Much like lobbyists in Washington, teachers, parents and enthusiasts are crusading Macs through the hallways of American schools in a “battle for survival” in education, according to a
report in the February issue of
Freelance reporter Jason Tanz writes of brand loyalty to the Mac by teachers across the U.S. who are finding it increasingly difficult to justify the Apple product in an ever-increasing world of Windows-based PCs.
“Faced with the prospect of a Mac-less classroom, teachers … are waging guerilla war against principals, superintendents, and school boards that dare to mess with their machines,” Tanz wrote. “Their arguments are rooted in reason — Macs make for better learning tools, they say. But it’s clear that a lot of these teachers also have their identities as professionals wrapped up in the machine.”
In the article, Tanz reviews the history of the Mac in education and gives balance by explaining both sides of a continuing war among many who say, among other things, that maintaining both PC and Macintosh networks is impossible, versus those who view Windows as a Mac rip-off.
A teacher in Van Nuys, Calif. probably put it best for teachers who remain loyal to the platform: “Compared to the Mac experience, using a PC is like death by a thousand bee stings.”
Here are some choice excerpts from the article:
“You work on a PC, but you create on the Mac,” says Marco Torres, a social studies teacher at San Fernando High School in Los Angeles. Torres’ class produced desktop movies using Apple’s Final Cut software. “The Mac allows you to focus more on the projects and less on the actual technology.”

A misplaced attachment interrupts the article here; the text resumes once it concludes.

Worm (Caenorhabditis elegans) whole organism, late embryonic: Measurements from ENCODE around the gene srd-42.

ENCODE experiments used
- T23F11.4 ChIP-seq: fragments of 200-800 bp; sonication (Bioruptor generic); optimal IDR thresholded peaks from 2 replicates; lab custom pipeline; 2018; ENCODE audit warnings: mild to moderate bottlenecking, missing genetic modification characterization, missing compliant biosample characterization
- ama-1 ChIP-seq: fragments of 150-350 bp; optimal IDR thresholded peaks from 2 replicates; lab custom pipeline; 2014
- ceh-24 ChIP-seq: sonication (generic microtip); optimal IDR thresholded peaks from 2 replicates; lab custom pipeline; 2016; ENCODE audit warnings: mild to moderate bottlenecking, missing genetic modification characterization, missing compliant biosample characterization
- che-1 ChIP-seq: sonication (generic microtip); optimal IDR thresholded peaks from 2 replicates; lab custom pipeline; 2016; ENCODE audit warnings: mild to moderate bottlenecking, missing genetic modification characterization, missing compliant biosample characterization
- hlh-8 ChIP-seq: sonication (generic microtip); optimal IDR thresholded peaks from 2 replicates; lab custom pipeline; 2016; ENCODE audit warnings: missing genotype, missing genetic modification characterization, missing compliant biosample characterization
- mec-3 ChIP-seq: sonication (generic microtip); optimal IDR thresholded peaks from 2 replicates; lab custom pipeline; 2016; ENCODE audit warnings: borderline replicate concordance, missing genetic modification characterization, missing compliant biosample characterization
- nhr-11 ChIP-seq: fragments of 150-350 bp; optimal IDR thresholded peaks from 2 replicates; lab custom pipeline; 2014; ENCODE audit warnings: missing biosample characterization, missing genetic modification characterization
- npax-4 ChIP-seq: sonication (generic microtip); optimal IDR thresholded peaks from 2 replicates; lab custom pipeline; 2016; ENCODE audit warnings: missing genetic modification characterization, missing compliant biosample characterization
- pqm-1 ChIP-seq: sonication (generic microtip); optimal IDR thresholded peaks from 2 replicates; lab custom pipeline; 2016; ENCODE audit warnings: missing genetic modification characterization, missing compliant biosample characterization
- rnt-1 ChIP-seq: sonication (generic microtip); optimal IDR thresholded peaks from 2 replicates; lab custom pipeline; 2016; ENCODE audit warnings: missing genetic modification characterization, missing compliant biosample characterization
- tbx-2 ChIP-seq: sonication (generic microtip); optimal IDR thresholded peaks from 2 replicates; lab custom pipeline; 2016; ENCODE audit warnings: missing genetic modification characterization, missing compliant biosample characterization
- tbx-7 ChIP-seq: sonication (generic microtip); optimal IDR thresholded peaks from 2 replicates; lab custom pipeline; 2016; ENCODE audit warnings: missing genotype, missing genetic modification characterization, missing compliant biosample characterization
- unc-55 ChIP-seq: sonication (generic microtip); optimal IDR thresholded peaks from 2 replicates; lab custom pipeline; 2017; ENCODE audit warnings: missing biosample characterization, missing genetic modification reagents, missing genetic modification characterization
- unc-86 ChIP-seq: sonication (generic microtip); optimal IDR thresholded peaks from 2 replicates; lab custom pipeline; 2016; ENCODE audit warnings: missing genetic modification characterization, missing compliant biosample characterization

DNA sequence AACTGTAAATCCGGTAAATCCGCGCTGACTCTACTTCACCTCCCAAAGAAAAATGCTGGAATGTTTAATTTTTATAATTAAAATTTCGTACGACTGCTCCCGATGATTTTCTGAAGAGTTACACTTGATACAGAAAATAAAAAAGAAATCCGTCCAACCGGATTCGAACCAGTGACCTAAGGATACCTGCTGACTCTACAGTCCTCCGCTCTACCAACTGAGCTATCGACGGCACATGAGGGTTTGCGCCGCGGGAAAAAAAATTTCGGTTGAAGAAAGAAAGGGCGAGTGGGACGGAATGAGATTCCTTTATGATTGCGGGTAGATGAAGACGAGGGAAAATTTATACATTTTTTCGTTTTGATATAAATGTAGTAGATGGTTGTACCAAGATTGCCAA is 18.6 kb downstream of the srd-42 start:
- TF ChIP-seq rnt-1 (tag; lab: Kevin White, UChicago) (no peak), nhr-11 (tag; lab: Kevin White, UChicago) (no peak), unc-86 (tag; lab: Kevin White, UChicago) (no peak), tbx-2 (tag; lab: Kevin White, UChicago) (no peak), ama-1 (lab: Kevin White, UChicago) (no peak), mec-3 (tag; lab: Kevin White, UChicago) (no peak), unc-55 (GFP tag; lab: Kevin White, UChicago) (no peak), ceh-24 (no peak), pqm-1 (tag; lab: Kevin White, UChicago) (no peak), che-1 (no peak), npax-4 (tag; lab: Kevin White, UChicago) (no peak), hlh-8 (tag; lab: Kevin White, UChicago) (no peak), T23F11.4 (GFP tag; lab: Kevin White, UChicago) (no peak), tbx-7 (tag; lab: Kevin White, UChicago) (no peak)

“Some teachers are challenging the powers that be — and risking a lot. John Eller, a Des Moines, Iowa, journalism teacher, has been going to school board meetings for almost a year to fight plans to phase out Macs. Using the three minutes allotted each meeting to those who come before the board, he’s presented a sequential argument for keeping the Macs. Eller has been cautioned against making enemies with district leaders, but he’s continuing his quixotic quest in part to defend the autonomy of teachers.” “Of course, not all Mac evangelists win the day. Susan Witham has been adviser to her high school’s yearbook staff in Medina, Texas, for four years, and she desperately needs another computer. There’s just one problem: The school’s new technology coordinator is not a Macintosh fan. If she’s refused a Mac, Witham says she’ll do without an extra computer. “The year after this one, I can retire,” she says. “When I’m out of here, these guys can do what they want to do.”